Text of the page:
In 1946, DC Comics' Superboy, Aquaman and Green Arrow were from More Fun Comics into Adventure Comics so More Fun could focus on humor. In 1948 All American Comics, featuring Green Lantern, Johnny Thunder and Dr. Midnite, was replaced with All-American Western. The following year, Flash Comics and Green Lantern were cancelled. In 1951 All Star Comics, featuring the Justice Society of America, became All-Star Western. The next year Star-Spangled Comics, featuring Robin, was retitled Star Spangled War Stories. Sensation Comics, featuring Wonder Woman, was cancelled in 1953. The only DC superhero comics to continue publishing through the 1950s were Action Comics, Adventure Comics, Detective Comics, Batman, Superboy, Superman, Wonder Woman, and World's Finest Comics.
Plastic Man appeared in Quality Comics' Police Comics until 1950, when its focus switched to detective stories. Timely Comics' The Human Torch was canceled with issue #35 (March 1949) and Marvel Mystery Comics, featuring the Human Torch, with issue #92 (June 1949, when it became the horror comic Marvel Tales). Sub-Mariner Comics was cancelled with issue #32 (June 1949) and Captain America Comics, by then Captain America's Weird Tales, with #75 (Feb. 1950). Harvey Comics' Black Cat was cancelled in 1951. Lev Gleason Publications' Daredevil was edged out of his title by the Little Wise Guys in 1950. Fawcett Comics' Whiz Comics, Master Comics and Captain Marvel Adventures were cancelled in 1953, and The Marvel Family was cancelled the following year. The Silver Age of Comic Books is generally recognized as beginning with the debut of the first successful new superhero since the Golden Age, DC Comics' new Flash, in Showcase #4 (Oct. 1956).
- List of Golden Age of Comics publishers
- Silver Age of Comic Books
- Bronze Age of Comic Books
- Modern Age of Comic Books
- List of Marvel Comics Golden Age characters
- Quattro, Ken (2004). "The New Ages: Rethinking Comic Book History". Archived from the original on September 5, 2015. Retrieved September 12, 2015.
... according to fanzine historian Bill Schelly, 'The first use of the words "golden age" pertaining to the comics of the 1940s was by Richard A. Lupoff in an article called'"Re-Birth' in Comic Art #1 (April 1960).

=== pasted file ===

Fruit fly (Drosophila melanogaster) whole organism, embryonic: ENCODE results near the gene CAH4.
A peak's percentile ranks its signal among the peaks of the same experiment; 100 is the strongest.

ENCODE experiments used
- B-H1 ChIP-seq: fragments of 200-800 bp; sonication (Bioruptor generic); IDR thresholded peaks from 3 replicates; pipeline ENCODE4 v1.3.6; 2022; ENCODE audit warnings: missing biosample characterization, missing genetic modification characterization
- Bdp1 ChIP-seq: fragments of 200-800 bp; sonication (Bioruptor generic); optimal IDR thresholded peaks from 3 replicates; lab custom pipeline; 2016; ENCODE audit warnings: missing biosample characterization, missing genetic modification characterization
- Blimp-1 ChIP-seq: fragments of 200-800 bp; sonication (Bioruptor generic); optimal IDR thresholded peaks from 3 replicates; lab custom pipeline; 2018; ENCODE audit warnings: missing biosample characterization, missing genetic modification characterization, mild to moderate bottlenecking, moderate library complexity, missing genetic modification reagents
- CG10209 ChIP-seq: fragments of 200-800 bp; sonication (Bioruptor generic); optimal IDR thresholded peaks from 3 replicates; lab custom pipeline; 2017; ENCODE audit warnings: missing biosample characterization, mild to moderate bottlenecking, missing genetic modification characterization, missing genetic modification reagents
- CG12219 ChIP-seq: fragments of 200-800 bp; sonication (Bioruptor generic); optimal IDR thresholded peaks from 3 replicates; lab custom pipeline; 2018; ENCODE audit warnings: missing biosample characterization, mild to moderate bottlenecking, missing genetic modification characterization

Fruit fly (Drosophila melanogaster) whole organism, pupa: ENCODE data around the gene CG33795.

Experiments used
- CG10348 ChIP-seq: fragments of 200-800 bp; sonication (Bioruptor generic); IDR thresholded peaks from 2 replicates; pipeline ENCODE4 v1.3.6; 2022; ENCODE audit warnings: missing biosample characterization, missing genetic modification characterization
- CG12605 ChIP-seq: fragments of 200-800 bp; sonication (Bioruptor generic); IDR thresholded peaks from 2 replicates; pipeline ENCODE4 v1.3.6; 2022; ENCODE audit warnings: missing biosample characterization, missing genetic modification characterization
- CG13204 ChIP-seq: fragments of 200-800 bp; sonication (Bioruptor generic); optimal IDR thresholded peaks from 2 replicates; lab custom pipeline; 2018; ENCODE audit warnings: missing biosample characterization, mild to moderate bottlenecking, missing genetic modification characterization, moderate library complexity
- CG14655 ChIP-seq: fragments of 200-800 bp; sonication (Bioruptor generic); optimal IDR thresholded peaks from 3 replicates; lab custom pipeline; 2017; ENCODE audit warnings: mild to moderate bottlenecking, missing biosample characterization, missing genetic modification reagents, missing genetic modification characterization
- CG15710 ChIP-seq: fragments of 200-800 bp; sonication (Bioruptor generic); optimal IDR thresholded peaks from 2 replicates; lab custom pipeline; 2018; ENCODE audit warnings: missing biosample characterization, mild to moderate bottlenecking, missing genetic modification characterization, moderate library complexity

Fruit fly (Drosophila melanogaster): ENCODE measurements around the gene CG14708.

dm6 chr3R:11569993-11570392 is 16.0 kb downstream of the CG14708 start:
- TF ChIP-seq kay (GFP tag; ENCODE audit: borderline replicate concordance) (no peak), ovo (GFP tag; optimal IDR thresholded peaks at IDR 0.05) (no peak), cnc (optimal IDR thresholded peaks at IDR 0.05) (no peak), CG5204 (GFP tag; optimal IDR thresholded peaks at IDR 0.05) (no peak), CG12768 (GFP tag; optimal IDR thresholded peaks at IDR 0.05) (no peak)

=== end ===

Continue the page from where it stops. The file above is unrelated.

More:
- "The Golden Age of Comics". History Detectives: Special Investigations. PBS. Retrieved February 18, 2015.
The precise era of the Golden Age is disputed, though most agree that it was born with the launch of Superman in 1938.
- "Action Comics #1". Grand Comics Database. Retrieved 2015-02-16.
- Goulart, Ron (2000). Comic book Culture: An Illustrated History (1st American ed.). Portland, Oregon: Collectors Press. p. 43. ISBN 978-1-888054-38-5.
- Morse, Ben (July 2006). "Thunderstruck". Wizard (179).
- "Donald Duck "Lost in the Andes" | The Comics Journal". Tcj.com. 2012-01-24. Retrieved 2015-11-16.
- "Dagwood splits the atom | The Ephemerist". Sparehed.com. 2007-05-14. Retrieved 2015-02-02.
- Zeman, Scott C.; Amundson, Michael A. (2004). Atomic Culture: How We Learned to Stop Worrying and Love the Bomb ([Nachdr.] ed.). Boulder, Colo.: University Press of Colorado. ISBN 9780870817632.
- Kovacs, George; Marshall, C. W. (2011). Classics and Comics. New York: Oxford University Press. p. 109. ISBN 978-0199734191.
- "The Human Torch". Grand Comics Database. Retrieved 2015-02-03.
- "Marvel Mystery Comics". Grand Comics Database. Retrieved 2015-02-03.
- Don Markstein's Toonopedia
- Digital Comic Museum (scans of presumed public domain Golden Age comics)
- Jess Nevins' Encyclopedia of Golden Age Superheroes